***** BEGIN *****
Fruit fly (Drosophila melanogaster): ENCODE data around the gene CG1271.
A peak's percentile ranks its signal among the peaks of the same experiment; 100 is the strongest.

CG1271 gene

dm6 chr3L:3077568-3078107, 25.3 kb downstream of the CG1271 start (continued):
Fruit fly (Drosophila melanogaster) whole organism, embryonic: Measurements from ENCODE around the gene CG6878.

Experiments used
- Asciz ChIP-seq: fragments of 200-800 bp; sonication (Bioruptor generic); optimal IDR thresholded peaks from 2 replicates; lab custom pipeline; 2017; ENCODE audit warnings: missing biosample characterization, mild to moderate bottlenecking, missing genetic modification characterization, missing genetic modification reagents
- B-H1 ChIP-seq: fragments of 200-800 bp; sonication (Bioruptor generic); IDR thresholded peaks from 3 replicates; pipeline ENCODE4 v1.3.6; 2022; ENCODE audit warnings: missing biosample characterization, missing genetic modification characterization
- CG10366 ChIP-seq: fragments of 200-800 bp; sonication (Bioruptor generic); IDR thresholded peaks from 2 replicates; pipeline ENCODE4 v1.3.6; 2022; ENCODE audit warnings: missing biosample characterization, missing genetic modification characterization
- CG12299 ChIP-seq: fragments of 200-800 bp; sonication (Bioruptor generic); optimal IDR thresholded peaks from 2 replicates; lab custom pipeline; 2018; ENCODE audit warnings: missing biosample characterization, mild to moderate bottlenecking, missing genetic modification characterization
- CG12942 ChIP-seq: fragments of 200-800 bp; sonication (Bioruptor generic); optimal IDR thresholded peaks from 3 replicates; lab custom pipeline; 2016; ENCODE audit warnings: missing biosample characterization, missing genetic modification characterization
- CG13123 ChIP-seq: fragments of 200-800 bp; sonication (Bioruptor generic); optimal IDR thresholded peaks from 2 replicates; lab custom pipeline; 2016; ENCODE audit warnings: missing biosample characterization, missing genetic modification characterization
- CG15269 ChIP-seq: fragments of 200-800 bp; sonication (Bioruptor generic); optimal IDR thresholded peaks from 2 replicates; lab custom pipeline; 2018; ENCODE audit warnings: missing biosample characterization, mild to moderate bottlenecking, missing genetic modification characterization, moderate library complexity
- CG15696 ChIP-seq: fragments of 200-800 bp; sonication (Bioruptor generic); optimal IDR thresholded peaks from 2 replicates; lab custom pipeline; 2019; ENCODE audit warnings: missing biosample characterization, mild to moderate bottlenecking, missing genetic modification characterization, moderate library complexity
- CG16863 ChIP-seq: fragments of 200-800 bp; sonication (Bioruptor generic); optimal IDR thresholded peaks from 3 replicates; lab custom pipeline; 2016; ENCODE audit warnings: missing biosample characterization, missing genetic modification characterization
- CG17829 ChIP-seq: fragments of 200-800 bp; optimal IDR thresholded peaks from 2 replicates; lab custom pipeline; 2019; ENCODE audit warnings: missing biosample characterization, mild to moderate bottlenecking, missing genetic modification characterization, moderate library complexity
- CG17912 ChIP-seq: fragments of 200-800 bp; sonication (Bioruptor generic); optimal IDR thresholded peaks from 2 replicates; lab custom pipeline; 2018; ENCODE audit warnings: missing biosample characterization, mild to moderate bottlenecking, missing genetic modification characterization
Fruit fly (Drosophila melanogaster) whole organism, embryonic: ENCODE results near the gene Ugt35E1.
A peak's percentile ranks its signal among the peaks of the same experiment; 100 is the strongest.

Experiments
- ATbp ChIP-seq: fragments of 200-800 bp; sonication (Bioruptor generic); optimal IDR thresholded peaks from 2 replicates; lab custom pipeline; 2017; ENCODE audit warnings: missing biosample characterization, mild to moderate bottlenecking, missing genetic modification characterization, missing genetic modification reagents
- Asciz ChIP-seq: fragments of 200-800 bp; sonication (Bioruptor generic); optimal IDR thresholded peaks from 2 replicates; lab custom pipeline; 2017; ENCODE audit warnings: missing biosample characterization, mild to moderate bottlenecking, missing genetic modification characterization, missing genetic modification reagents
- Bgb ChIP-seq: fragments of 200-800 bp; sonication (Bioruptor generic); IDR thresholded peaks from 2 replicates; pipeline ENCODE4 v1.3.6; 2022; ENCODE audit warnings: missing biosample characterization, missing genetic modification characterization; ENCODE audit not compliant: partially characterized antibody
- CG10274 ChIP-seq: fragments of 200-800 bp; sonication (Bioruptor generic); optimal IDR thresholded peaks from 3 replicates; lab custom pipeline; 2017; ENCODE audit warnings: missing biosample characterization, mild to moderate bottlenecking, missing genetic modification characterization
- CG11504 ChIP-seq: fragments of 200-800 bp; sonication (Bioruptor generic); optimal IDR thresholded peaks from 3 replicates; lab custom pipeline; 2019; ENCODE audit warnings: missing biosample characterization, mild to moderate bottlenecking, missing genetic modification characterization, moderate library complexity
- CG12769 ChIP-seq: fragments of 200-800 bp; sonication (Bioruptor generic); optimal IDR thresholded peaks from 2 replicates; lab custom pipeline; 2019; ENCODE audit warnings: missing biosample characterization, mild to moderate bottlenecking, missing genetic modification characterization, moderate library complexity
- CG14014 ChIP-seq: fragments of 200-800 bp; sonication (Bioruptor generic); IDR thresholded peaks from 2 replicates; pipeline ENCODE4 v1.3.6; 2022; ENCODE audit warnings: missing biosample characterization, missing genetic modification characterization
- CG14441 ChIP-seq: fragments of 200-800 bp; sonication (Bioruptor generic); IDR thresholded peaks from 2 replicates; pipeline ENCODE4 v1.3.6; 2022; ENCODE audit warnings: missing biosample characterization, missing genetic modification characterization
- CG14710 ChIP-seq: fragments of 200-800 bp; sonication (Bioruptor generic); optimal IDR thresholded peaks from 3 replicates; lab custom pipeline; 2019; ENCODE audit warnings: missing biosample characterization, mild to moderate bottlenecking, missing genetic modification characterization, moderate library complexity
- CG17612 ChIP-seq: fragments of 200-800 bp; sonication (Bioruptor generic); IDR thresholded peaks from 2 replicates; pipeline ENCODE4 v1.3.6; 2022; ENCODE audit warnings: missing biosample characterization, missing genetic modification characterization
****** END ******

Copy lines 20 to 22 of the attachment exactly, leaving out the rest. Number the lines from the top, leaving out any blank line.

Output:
Experiments
- ATbp ChIP-seq: fragments of 200-800 bp; sonication (Bioruptor generic); optimal IDR thresholded peaks from 2 replicates; lab custom pipeline; 2017; ENCODE audit warnings: missing biosample characterization, mild to moderate bottlenecking, missing genetic modification characterization, missing genetic modification reagents
- Asciz ChIP-seq: fragments of 200-800 bp; sonication (Bioruptor generic); optimal IDR thresholded peaks from 2 replicates; lab custom pipeline; 2017; ENCODE audit warnings: missing biosample characterization, mild to moderate bottlenecking, missing genetic modification characterization, missing genetic modification reagents